Dr. Winston Simpson was engaged by the Jacksonville Education Foundation Inc. to update the report of Dr. Don Stewart on the feasibility of a separate Jacksonville-Pulaski area school district.
“In discussion with representatives of the Jacksonville Education Foundation Inc., it was agreed that the update would be expanded to include certain topics not addressed in Dr. Stewart’s study but included in expectations communicated by Dr. Tom Kimbrell, Commissioner of the Arkansas Department of Education.”
Data was collected from a wide variety of sources with the study initiated September 2012 and completed in January.
The study concludes the new district would meet certain criteria by the state for public school districts.
“The new district and PCSSD (Pulaski County Special School District) meet student enrollment and geographic size requirements,” states the report.”
The new Jacksonville-area district would serve more than 4,000 students.
“The new district encompasses approximately 100 square miles,” according to the report. “PCSSD serves more than 15,000 but less than 20,000 students, and PCSSD swill not be reduced to fewer than 4,000 students.”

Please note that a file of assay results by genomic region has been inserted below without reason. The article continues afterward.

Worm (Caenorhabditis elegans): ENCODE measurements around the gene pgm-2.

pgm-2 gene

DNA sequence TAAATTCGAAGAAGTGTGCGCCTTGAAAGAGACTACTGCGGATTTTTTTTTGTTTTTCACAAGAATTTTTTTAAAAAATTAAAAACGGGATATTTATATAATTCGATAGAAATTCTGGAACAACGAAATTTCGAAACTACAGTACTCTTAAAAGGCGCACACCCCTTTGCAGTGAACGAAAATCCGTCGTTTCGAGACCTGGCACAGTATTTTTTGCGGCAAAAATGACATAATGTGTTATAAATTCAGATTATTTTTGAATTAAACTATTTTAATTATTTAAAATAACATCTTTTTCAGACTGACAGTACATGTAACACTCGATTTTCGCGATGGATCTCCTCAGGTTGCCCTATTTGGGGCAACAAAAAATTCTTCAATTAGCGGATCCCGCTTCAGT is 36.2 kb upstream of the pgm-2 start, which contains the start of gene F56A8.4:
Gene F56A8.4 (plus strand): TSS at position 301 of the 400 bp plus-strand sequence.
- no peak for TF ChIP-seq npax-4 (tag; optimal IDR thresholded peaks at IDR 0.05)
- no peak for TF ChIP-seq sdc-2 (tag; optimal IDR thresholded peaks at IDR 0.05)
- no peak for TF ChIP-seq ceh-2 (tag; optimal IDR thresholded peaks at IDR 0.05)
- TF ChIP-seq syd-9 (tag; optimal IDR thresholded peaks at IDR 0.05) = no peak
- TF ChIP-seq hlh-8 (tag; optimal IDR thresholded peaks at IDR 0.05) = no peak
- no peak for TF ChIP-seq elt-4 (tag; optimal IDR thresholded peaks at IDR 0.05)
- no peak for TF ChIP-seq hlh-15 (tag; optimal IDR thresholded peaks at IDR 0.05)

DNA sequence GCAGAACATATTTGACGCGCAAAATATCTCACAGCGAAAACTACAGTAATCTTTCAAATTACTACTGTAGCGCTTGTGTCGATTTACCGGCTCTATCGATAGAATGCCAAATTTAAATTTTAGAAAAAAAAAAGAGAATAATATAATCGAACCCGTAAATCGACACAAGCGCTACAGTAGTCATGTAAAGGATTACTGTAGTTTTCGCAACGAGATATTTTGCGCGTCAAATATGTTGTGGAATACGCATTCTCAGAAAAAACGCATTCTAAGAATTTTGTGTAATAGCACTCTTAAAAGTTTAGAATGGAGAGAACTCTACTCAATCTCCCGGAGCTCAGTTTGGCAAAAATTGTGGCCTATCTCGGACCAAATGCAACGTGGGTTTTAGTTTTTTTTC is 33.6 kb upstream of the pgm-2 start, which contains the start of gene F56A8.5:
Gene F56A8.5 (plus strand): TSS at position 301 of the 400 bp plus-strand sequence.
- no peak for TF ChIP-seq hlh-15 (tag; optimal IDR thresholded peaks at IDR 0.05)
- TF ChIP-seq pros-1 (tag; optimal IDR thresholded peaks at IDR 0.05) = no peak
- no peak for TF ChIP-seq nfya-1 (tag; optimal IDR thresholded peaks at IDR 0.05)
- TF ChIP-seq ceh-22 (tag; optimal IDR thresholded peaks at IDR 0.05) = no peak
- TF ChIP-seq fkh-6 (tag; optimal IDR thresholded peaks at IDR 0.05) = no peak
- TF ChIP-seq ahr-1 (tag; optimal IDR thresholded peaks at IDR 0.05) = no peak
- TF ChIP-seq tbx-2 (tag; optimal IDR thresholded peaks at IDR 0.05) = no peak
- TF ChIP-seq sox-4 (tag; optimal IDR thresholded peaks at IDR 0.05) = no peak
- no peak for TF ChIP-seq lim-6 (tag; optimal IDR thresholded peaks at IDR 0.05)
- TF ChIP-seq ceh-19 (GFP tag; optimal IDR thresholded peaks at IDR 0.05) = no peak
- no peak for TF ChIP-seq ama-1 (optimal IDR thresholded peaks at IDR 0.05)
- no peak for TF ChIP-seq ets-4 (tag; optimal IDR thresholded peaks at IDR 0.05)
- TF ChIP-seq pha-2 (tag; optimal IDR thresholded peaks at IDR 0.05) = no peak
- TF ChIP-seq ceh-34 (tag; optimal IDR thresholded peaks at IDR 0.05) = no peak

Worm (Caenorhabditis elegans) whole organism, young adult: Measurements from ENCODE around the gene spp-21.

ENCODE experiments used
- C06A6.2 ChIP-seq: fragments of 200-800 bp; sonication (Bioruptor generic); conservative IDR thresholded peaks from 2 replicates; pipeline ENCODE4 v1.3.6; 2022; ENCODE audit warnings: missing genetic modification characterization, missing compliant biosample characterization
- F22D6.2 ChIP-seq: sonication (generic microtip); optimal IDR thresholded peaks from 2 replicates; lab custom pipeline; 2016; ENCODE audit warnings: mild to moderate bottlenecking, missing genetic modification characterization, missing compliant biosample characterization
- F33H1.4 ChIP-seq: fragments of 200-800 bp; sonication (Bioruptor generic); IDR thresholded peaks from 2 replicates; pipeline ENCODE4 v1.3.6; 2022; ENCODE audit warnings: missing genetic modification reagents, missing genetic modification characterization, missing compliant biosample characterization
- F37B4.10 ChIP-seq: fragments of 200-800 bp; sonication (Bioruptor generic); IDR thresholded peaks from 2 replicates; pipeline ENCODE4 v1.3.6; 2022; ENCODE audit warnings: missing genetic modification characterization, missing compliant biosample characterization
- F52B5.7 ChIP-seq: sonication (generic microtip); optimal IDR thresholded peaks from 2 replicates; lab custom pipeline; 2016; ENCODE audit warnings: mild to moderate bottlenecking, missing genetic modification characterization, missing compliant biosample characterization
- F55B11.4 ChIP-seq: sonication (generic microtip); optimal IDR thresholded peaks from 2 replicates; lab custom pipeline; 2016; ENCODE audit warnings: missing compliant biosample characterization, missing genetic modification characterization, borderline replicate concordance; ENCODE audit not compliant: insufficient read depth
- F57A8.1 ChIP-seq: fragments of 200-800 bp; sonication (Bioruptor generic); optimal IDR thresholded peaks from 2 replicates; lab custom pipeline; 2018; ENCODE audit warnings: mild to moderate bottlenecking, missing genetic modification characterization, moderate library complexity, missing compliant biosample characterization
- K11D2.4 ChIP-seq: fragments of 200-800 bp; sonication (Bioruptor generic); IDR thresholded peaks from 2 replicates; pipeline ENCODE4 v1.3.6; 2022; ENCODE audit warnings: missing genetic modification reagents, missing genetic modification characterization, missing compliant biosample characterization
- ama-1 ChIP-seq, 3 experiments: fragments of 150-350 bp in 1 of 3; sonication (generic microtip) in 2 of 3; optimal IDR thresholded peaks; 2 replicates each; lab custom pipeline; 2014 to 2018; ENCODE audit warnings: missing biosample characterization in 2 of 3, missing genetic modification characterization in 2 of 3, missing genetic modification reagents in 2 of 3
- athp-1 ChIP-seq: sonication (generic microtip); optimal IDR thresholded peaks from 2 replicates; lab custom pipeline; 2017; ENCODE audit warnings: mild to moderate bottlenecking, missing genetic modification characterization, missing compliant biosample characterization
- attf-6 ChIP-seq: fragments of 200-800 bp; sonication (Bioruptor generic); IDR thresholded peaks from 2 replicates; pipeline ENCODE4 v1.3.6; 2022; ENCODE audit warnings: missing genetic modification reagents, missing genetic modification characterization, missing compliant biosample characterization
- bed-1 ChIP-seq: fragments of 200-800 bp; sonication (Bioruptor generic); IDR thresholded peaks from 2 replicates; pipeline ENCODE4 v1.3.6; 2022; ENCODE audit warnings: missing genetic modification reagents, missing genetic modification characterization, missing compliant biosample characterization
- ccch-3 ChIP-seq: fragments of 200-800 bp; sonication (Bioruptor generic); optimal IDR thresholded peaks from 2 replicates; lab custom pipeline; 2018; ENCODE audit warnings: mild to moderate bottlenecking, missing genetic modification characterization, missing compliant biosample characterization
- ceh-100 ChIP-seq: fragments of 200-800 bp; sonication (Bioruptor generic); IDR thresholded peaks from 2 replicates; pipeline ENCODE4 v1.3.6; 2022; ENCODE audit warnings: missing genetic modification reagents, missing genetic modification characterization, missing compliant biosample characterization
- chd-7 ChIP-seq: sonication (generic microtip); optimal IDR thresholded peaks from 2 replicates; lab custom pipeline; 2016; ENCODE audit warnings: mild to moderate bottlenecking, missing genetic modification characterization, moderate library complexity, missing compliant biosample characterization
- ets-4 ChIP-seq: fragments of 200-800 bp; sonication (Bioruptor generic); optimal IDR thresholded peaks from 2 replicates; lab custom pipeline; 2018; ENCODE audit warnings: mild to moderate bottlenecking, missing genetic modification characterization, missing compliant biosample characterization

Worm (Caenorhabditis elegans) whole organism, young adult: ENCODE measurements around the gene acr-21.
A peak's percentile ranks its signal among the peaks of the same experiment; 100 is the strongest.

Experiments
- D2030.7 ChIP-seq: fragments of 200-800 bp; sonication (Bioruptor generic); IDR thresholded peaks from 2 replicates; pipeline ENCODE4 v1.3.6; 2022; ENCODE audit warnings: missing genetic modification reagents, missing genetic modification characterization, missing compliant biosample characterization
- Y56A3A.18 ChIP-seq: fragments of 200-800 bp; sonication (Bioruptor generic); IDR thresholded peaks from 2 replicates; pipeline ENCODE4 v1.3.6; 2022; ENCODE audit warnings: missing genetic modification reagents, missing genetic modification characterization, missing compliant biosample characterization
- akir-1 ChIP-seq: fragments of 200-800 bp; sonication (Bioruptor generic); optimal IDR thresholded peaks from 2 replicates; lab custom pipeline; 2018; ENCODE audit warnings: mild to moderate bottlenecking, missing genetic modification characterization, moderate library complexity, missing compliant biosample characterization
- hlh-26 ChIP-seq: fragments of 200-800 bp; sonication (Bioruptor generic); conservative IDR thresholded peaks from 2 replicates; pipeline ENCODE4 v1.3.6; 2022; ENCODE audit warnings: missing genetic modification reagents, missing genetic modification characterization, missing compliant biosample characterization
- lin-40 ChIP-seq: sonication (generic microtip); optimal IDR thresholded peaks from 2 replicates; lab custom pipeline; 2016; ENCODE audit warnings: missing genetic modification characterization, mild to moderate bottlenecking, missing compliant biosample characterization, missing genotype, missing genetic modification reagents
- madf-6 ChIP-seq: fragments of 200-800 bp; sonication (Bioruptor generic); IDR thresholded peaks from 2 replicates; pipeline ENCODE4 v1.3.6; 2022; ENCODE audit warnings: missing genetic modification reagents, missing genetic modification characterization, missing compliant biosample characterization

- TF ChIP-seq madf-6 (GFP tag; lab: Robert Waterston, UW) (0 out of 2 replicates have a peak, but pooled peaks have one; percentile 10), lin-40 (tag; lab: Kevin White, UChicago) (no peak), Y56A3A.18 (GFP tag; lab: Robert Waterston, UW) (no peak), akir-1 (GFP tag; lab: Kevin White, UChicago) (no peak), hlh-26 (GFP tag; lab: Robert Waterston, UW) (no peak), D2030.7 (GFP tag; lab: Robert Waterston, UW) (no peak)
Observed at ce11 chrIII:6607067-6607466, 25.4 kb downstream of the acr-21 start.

The study concludes the new district would have the tax base, millage rate and revenue sufficient to staff and operate the schools included in the district.
“Some additional local tax revenue may be necessary to provide school facilities that meet state standards and the aspirations of citizens in the new district,” stats the report.
The new district expects to receive a portion of the desegregation funds that would otherwise flow to PCSSD.
The new district would use desegregation funds to provide student transportation, improve school facilities, and recruit and retain licensed as the new district transitions to a more efficient student to licensed staff ratio.
Pulling Jacksonville and North Pulaski County of PCSSD will also result in PCSSD receiving an increase in state and local revenue per student.
“The increase is the result of an increase in the local tax base per student,” according to the report.
Besides seeing an increase in the per-student tax rate, PCSSD would see a decrease in its cost to provide school facilities to the remaining students.
The report also indicates that a lot of work needs to be done to bring up Jacksonville-area school acceptable federal building standards.
“The data show that school buildings in the Jacksonville area do not meet standards established … for academic facilities and that significant expenditures would be required to bring them up to those standards,” states the report.